EU producers rather than them.
The row illustrated the complexity of efforts to reform Europe's farm
policy, demonstrating how liberalising global trade can produce economic
losers in the Third World and Europe.
Largely unchanged since the 1960s, the EU's sugar sector is one of the last
unreformed vestiges of Europe's Common Agricultural Policy and is widely
criticised for distorting world trade. Sugar has remained notorious since
the EU's price support safety net encouraged a host of countries to enter
the market to tap subsidies.
Only four of the EU's 25 states produce no sugar and about 320,000 farmers
are involved in growing sugar beet, which is subsidised to the tune of
€1.7bn (£1.2bn) each year. Most of this goes on supporting a price nearly
three times that on the world market, and on ensuring the EU is also a net
exporter of sugar, selling about five million tons outside the bloc, as
opposed to its 1.9 million tons of imports.
While those exports hit producers of cane sugar in the Third World, the EU
also props up the industries in its former colonies. Many of the so-called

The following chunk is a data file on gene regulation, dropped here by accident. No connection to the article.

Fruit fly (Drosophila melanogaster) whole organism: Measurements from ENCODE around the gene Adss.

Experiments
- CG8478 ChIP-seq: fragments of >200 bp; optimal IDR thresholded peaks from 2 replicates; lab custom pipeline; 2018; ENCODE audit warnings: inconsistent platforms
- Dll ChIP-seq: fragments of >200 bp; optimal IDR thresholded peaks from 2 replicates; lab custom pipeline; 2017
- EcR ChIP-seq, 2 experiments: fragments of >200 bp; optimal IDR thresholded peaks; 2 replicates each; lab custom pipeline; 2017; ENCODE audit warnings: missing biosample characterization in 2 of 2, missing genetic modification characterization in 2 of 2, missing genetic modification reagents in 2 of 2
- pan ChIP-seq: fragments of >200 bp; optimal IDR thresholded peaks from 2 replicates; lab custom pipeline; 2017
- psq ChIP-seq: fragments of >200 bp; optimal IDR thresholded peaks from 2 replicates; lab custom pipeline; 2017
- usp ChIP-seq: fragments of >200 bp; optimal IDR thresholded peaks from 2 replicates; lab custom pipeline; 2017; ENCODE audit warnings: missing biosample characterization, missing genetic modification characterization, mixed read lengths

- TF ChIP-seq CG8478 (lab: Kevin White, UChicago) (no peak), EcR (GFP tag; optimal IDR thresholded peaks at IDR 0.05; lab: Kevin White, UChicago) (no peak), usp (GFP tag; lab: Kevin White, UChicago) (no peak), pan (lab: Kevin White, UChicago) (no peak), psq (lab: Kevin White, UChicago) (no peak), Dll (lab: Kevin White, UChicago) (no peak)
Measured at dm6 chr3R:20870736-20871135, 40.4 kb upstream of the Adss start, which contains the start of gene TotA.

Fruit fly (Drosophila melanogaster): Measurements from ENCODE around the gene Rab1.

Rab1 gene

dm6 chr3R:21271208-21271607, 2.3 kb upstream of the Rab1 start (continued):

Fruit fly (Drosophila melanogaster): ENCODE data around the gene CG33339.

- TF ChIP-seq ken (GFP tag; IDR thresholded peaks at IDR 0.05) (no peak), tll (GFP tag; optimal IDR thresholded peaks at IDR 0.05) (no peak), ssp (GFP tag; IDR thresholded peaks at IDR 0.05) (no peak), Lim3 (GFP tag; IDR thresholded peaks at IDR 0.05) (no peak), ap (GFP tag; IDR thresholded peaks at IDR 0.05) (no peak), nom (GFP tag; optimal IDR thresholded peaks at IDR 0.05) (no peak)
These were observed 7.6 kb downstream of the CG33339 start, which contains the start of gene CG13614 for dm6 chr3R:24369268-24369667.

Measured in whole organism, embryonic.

African, Caribbean and Pacific group of nations have based much of their
economies on preferential access to European markets.
The European agriculture commissioner, Mariann Fischer Boel, yesterday
outlined her ambition to see prices fall by 39 per cent, but proposed the
measures should be phased in over a four-year period starting in 2006 -
rather than the two years originally suggested.
But EU countries including Italy, Spain and Ireland demanded a longer
phase-in and more aid for refineries and farmers who will lose their
production quotas. Greece, Portugal, Slovenia, Hungary, Lithuania and Latvia
demanded further concessions, arguing the reform would destroy their sugar
beet sectors, and threatened to block a deal.
A compensation package of about €7.5bn is on offer for farmers and other
industry companies to get out of the sector.
Riyad Insanally, Guyana's senior trade adviser on sugar, said Ms Fischer
Boel's concessions would help beet producers in Europe rather than cane
growers in the Third World. He argued that an immediate cut in subsidies for
refining would hit cane producers, since processed beet does not undergo
He said: "It is going to be awful in Guyana, we are talking about a country
of 750,000 people with an income of $1,000 (£580) per head. We face a
massive 39 per cent cut, which makes our production commercially unviable.
We are asking for a much more gradual cut over a longer period."
In Guyana, sugar supports the social infrastructure of the rural economy,
enabling education and health clinics to exist. ACP countries say they stand
to lose €300m a year in export earnings and want €100m in financial
assistance in 2006 and €500m per annum thereafter to adapt and diversify.
The current EU offer is €40m for 2006 - though countries such as non-ACP
sugar-producing nations including Ethiopia and Sudan will receive nothing.
Arvin Boolell, Agriculture Minister of Mauritius, warned of the "human
tragedy the reform proposals will cause in our countries".